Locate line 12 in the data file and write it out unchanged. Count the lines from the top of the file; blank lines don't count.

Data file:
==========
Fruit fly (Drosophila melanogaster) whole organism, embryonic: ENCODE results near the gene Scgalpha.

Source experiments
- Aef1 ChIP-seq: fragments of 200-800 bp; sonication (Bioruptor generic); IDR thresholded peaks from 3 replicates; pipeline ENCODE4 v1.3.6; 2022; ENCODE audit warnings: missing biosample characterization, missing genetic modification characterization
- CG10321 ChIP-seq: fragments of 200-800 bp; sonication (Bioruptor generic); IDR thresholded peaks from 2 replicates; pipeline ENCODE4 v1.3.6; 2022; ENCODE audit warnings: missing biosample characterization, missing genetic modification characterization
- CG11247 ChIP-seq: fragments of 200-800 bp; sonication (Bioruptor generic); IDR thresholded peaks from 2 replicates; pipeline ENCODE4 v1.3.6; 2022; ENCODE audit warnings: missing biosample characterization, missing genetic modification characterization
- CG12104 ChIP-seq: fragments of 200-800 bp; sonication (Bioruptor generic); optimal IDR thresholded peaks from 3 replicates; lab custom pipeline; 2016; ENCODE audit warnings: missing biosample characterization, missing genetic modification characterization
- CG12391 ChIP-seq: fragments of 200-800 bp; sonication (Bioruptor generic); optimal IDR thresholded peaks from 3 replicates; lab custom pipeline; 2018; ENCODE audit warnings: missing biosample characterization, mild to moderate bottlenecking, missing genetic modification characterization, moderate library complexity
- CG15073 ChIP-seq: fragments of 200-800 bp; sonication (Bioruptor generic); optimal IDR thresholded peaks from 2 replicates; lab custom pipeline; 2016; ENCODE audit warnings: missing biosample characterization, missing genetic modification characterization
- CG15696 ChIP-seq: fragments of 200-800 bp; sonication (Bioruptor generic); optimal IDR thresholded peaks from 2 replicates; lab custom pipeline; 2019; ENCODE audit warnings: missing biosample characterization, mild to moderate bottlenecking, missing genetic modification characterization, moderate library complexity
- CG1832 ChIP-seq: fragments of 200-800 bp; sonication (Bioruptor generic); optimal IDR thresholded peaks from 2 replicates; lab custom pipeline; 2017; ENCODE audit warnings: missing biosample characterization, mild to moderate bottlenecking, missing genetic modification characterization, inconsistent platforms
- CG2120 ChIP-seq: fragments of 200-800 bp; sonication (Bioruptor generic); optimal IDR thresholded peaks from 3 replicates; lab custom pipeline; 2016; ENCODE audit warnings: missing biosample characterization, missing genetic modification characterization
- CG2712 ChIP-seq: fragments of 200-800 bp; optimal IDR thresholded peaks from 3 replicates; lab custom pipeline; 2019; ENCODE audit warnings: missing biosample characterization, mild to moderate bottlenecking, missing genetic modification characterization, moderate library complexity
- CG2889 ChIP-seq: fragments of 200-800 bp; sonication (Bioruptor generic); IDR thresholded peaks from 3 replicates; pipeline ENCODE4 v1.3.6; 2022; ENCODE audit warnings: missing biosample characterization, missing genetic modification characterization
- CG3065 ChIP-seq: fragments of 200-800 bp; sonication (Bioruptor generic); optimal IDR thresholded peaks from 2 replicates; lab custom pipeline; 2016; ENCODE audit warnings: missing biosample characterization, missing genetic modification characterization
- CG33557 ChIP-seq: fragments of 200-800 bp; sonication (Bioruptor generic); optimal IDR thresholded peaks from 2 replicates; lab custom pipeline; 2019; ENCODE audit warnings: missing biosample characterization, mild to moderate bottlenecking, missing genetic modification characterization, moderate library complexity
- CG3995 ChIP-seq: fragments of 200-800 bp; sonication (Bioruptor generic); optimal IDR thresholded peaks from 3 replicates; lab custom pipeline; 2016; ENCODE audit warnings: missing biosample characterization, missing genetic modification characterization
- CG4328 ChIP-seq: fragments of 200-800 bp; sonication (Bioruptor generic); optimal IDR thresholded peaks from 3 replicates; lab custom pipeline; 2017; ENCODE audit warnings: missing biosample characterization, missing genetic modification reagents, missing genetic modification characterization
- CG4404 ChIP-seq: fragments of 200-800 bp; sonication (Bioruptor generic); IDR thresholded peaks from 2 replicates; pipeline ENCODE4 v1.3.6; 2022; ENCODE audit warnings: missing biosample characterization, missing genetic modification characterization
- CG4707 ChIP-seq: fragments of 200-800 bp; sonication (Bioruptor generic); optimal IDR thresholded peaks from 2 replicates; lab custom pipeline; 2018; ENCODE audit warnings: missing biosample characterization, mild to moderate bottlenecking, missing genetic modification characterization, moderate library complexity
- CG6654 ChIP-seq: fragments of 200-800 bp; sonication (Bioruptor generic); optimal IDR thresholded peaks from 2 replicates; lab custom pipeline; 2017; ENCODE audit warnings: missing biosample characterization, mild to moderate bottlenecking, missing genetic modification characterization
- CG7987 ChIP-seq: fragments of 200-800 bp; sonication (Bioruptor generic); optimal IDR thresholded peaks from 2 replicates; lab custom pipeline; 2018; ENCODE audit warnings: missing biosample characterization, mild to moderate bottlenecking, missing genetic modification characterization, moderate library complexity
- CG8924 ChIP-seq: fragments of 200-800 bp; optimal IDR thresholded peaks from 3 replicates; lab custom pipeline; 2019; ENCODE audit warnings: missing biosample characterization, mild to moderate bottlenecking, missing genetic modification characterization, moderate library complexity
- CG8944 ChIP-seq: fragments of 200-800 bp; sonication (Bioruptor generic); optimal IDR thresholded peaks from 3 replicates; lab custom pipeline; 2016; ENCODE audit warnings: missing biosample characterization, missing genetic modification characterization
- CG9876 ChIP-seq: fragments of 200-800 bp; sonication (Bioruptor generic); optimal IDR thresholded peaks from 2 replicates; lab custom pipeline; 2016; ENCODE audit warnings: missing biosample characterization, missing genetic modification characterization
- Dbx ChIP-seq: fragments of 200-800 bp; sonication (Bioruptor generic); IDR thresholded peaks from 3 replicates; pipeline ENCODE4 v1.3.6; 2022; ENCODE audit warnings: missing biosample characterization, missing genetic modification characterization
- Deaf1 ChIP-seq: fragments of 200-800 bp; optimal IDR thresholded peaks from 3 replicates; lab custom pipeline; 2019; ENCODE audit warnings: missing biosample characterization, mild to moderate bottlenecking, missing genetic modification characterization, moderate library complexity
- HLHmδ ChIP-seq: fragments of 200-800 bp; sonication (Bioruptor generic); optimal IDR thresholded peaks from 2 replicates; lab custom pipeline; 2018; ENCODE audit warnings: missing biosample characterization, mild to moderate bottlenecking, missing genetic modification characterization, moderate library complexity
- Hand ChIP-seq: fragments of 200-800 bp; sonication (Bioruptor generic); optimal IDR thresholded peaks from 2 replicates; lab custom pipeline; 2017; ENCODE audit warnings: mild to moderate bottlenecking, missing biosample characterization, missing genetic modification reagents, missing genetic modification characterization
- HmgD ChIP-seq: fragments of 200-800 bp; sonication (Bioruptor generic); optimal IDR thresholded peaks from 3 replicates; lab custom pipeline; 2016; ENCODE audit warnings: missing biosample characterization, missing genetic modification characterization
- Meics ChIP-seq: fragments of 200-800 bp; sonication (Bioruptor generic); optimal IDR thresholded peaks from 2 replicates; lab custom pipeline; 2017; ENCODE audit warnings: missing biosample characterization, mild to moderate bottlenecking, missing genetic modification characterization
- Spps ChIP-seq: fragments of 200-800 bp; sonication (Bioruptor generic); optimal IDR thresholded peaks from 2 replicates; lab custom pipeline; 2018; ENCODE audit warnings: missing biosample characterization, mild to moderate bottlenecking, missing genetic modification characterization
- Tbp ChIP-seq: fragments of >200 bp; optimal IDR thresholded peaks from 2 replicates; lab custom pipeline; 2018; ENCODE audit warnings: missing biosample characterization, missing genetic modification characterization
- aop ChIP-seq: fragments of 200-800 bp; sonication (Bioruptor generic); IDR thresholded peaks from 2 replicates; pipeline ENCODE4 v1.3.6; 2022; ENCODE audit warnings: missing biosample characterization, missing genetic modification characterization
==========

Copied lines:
- CG2712 ChIP-seq: fragments of 200-800 bp; optimal IDR thresholded peaks from 3 replicates; lab custom pipeline; 2019; ENCODE audit warnings: missing biosample characterization, mild to moderate bottlenecking, missing genetic modification characterization, moderate library complexity